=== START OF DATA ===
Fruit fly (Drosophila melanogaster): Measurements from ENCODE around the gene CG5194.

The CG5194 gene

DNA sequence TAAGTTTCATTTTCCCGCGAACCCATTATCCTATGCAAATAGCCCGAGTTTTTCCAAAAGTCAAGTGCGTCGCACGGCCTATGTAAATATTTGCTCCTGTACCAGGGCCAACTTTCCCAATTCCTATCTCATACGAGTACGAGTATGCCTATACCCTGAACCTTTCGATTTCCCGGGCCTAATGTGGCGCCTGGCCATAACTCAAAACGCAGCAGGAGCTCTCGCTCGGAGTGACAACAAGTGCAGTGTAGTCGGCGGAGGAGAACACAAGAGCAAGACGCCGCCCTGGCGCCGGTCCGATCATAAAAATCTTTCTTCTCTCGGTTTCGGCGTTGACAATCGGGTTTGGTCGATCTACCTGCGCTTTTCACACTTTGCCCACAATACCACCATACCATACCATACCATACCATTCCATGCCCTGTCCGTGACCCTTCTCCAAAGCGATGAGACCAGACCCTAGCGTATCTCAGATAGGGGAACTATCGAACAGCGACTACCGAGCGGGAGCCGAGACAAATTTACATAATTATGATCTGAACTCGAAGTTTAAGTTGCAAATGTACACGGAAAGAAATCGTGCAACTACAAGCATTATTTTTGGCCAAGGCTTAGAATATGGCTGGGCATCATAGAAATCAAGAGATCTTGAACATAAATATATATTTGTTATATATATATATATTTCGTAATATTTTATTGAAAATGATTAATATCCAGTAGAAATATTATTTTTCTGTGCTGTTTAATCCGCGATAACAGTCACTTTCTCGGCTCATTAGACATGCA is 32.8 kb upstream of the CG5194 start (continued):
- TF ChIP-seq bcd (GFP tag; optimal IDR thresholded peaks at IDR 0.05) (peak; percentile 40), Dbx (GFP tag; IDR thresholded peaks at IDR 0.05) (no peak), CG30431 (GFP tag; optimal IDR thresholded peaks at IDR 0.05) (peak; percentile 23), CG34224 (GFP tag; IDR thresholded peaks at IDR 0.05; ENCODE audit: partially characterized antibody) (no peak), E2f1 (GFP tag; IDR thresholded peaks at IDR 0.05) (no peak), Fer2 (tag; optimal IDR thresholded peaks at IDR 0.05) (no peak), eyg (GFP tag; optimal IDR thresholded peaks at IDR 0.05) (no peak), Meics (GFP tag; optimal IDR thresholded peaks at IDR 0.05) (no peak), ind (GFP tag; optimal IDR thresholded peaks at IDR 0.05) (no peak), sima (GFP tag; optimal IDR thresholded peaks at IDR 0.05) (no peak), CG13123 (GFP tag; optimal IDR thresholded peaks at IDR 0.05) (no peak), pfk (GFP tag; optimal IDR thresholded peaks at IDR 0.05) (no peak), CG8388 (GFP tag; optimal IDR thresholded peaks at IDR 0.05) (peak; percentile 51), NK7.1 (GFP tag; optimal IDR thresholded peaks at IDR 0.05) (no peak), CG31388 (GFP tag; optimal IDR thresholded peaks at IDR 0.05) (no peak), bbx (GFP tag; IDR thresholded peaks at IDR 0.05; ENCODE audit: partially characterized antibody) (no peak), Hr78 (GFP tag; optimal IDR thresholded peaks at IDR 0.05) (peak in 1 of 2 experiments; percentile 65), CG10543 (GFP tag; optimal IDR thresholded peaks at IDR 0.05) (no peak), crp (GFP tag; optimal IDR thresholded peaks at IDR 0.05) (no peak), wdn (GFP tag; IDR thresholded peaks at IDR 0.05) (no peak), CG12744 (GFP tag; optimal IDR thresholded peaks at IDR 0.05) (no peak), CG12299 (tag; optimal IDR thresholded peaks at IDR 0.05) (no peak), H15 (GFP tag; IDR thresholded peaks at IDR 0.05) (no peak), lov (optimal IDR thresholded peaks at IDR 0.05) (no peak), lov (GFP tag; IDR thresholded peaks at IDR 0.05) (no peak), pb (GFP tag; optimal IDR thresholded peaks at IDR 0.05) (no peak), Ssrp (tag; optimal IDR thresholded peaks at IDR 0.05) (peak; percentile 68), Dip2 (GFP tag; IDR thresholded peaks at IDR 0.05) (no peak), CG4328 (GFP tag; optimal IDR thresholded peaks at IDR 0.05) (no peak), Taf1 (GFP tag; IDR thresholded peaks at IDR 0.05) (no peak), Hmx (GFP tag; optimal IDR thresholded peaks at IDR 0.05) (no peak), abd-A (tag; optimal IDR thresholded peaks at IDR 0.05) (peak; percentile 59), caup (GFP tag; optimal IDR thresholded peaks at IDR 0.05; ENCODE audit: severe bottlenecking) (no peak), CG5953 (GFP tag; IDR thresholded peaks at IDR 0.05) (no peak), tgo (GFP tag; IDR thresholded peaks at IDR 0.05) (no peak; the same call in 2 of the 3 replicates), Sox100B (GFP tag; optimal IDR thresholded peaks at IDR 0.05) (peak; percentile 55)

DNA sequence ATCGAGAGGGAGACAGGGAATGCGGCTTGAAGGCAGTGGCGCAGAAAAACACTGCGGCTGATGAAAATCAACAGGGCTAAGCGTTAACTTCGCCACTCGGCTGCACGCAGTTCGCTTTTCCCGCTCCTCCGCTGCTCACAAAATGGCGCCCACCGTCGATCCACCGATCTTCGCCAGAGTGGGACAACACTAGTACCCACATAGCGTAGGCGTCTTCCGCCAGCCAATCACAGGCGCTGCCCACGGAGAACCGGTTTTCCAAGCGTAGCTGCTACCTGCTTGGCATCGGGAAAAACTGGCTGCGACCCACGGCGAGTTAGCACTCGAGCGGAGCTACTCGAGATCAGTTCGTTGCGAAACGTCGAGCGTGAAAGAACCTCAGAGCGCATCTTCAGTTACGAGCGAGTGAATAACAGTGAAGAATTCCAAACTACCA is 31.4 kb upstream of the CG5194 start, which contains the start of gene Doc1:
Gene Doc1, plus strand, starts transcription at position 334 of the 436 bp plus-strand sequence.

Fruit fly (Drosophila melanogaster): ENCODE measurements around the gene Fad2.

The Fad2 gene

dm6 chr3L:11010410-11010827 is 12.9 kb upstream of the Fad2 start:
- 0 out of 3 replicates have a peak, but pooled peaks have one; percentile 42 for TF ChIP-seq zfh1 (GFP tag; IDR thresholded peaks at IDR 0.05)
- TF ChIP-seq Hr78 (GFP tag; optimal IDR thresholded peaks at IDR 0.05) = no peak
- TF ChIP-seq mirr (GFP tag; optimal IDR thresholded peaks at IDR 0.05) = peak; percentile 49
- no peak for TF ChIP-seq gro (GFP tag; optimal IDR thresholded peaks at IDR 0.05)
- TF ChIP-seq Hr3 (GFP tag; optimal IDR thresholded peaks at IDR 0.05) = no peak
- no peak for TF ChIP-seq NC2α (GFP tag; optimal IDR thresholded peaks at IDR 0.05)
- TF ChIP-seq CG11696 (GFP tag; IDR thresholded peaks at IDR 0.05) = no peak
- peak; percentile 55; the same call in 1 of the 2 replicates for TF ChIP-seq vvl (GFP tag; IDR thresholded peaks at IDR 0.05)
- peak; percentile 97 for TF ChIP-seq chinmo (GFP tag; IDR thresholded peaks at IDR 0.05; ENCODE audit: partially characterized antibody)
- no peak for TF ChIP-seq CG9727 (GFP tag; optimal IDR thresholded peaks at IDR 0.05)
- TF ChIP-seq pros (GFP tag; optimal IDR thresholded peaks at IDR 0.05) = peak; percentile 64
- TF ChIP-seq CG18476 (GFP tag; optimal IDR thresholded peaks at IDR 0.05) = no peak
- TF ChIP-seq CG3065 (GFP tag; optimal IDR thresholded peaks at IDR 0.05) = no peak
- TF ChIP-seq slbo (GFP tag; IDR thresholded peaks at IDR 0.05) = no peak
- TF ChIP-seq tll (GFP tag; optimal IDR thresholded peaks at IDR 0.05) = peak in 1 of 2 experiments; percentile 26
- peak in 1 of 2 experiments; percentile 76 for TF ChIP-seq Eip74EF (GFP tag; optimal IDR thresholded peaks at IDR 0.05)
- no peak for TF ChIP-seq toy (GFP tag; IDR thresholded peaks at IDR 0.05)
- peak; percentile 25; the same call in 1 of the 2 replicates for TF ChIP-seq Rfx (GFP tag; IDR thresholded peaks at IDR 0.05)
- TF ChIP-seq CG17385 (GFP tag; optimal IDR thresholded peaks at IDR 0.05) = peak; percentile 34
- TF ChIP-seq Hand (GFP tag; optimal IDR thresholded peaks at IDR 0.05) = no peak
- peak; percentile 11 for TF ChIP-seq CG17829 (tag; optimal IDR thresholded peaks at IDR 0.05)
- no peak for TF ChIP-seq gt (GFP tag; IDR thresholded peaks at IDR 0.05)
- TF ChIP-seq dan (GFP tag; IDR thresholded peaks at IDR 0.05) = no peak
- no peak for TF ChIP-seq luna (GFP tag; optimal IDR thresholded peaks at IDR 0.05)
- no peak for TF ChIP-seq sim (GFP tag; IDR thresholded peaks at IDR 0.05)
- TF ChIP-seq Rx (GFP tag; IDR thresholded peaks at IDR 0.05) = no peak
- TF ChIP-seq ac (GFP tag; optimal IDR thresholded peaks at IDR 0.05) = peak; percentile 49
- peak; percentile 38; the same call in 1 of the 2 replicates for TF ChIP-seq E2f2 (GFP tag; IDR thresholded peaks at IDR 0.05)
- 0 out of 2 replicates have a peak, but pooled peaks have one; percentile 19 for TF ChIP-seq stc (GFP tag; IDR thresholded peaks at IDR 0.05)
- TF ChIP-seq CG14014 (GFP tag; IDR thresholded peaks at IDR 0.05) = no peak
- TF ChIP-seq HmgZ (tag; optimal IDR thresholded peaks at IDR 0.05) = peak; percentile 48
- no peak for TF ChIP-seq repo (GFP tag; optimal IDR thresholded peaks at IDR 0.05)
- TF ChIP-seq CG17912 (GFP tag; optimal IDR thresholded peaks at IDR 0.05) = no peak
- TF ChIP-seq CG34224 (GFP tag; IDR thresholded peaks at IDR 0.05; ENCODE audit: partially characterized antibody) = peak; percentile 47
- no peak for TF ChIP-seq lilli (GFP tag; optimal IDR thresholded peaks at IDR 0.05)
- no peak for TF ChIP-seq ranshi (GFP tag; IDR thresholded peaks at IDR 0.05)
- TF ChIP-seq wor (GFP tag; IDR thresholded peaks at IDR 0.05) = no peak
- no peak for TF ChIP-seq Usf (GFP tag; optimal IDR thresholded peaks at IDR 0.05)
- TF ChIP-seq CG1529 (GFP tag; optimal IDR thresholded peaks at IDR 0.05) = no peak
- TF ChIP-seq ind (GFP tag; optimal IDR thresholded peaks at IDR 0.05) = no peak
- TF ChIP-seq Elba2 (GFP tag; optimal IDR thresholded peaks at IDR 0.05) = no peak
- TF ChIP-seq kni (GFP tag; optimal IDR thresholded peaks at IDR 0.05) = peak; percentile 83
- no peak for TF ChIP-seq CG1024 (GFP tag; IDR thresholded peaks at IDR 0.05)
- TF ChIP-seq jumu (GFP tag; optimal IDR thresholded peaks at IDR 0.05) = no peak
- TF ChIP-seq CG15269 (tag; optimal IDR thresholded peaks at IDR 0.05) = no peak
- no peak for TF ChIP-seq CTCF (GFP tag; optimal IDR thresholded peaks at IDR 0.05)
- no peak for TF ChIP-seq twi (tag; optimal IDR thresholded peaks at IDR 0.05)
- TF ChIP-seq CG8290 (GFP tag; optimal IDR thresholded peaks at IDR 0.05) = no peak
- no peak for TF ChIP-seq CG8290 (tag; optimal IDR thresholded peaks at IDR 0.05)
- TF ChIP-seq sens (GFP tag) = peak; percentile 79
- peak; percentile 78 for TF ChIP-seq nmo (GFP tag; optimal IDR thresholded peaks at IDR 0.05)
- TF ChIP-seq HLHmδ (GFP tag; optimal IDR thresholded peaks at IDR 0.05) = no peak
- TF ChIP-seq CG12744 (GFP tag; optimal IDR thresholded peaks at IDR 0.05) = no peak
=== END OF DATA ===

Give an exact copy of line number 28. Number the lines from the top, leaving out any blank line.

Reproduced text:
- TF ChIP-seq CG17385 (GFP tag; optimal IDR thresholded peaks at IDR 0.05) = peak; percentile 34